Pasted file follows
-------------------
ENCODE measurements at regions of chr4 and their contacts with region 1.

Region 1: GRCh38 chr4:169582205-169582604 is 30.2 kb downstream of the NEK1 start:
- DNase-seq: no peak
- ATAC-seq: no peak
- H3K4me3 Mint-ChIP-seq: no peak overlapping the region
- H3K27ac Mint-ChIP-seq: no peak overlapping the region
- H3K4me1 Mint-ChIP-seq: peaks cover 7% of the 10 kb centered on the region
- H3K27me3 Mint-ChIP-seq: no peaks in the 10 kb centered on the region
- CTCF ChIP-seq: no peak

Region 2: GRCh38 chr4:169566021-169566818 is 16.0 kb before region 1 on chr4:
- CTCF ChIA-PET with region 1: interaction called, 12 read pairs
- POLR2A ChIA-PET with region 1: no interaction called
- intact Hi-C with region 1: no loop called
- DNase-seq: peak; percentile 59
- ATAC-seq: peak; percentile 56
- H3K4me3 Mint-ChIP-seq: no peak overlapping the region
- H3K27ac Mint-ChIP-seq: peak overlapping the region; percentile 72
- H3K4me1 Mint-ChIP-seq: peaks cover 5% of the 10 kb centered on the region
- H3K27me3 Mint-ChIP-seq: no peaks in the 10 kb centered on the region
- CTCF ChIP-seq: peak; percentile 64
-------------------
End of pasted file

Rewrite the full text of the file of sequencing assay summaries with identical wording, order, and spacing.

ENCODE measurements at regions of chr4 and their contacts with region 1.

Region 1: GRCh38 chr4:169582205-169582604 is 30.2 kb downstream of the NEK1 start:
- DNase-seq: no peak
- ATAC-seq: no peak
- H3K4me3 Mint-ChIP-seq: no peak overlapping the region
- H3K27ac Mint-ChIP-seq: no peak overlapping the region
- H3K4me1 Mint-ChIP-seq: peaks cover 7% of the 10 kb centered on the region
- H3K27me3 Mint-ChIP-seq: no peaks in the 10 kb centered on the region
- CTCF ChIP-seq: no peak

Region 2: GRCh38 chr4:169566021-169566818 is 16.0 kb before region 1 on chr4:
- CTCF ChIA-PET with region 1: interaction called, 12 read pairs
- POLR2A ChIA-PET with region 1: no interaction called
- intact Hi-C with region 1: no loop called
- DNase-seq: peak; percentile 59
- ATAC-seq: peak; percentile 56
- H3K4me3 Mint-ChIP-seq: no peak overlapping the region
- H3K27ac Mint-ChIP-seq: peak overlapping the region; percentile 72
- H3K4me1 Mint-ChIP-seq: peaks cover 5% of the 10 kb centered on the region
- H3K27me3 Mint-ChIP-seq: no peaks in the 10 kb centered on the region
- CTCF ChIP-seq: peak; percentile 64